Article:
Total Recall: The 15 Greatest Paul Newman Movies

RT chooses our favorite movies starring the legendary actor.

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Cool Hand Luke (1967)
Tomatometer: 100%

Is it an ode to non-conformity? A warning to those who refuse to follow society's rules? Or a heavy-handed allegory featuring a central character meant to remind the audiences of a certain Nazarene carpenter? Stuart Rosenberg's 1967 adaptation of Donn Pearce's novel could arguably be considered all of these things, but most importantly -- for our purposes here, anyway -- Cool Hand Luke also provides one of Newman's finest performances, offering an early example of the way he gradually stripped away all the non-essential bits of his characters, learning to say more with a look or a gesture than any line of dialogue. Of course, Luke has some classic lines anyway, most notably the oft-repeated "What we have failure to communicate." Empire Magazine's Kim Newman summed it up perfectly, calling it "One of those movies you remember Great Moments from."

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Butch Cassidy and the Sundance Kid (1969)
Tomatometer: 92%

They ended up becoming one of the most natural-looking duos in film history, but Paul Newman and Robert Redford only came together for Butch Cassidy and the Sundance Kid after Jack Lemmon, Warren Beatty, and Steve McQueen departed the project (the latter because of a now-infamous disagreement over whether he or Newman would receive top billing). But all's well that ends well -- and speaking of endings, this take on the oft-told legend of Butch and Sundance boasts one of the coolest ever put to film. The rest of the movie isn't bad either -- even the "Raindrops Keep Fallin' on My Head" montage has its fans -- and if large chunks of it feel overly familiar today, it's because they've been lifted for other films repeatedly in the nearly four decades since Butch's release. It's definitely more style than substance, but Film Threat's Brad Laidman was guilty of only mild overstatement when he called Butch Cassidy and the Sundance Kid "possibly the most likable movie ever filmed."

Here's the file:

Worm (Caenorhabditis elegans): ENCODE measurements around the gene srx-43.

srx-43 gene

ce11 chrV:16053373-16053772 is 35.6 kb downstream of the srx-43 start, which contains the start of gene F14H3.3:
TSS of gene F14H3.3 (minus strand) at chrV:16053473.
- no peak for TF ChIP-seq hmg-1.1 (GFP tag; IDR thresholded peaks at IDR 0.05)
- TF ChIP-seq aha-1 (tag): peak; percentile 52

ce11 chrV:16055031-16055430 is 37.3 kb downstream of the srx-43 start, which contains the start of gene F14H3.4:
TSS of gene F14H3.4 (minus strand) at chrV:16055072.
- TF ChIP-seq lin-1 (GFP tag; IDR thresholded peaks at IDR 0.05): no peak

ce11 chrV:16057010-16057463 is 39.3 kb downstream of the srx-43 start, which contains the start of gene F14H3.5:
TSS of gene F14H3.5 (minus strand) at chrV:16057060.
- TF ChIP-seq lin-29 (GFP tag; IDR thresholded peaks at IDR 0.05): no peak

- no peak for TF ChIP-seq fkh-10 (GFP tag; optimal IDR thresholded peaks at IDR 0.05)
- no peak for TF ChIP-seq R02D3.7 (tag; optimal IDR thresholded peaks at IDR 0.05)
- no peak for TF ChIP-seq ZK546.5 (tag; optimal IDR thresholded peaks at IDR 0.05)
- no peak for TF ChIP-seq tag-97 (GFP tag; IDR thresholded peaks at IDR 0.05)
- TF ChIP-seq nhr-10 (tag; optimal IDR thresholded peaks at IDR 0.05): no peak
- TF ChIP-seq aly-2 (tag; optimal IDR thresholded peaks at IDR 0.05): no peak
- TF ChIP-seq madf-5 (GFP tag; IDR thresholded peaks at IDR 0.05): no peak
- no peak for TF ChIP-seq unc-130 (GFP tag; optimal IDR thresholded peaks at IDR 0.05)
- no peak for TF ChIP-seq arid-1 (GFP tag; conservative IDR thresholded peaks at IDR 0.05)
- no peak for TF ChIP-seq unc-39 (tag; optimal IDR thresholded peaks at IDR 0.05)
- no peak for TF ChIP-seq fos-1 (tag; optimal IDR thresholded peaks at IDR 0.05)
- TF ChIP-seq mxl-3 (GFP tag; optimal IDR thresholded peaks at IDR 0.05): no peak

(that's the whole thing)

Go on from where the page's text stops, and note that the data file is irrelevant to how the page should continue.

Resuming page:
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The Sting (1973)
Tomatometer: 93%

Paul Newman and Robert Redford had already teamed up once before -- and the result, 1969's Butch Cassidy and the Sundance Kid, created the kind of box office lightning that almost never strikes twice. But the duo (reuniting with Butch director George Roy Hill) defied the odds with 1973's The Sting, assembling a buddy heist movie that was good enough to give long-deceased ragtime pianist Scott Joplin some newfound chart success. More importantly, The Sting provided a template for every wisecracking, double-crossing caper to follow. Newman and Redford weren't the first pair of relentlessly charming grifters to grace the silver screen, but they were two of the most glamorous -- and their deft interplay proved that with the right stars (and enough snappy dialogue), audiences will swallow even the most convoluted plot. The Sting has its flaws (including an inflated running time), but Vincent Canby of the New York Times spoke for most critics when he wrote, "The film is so good-natured, so obviously aware of everything it's up to, even its own picturesque frauds, that I opt to go along with it."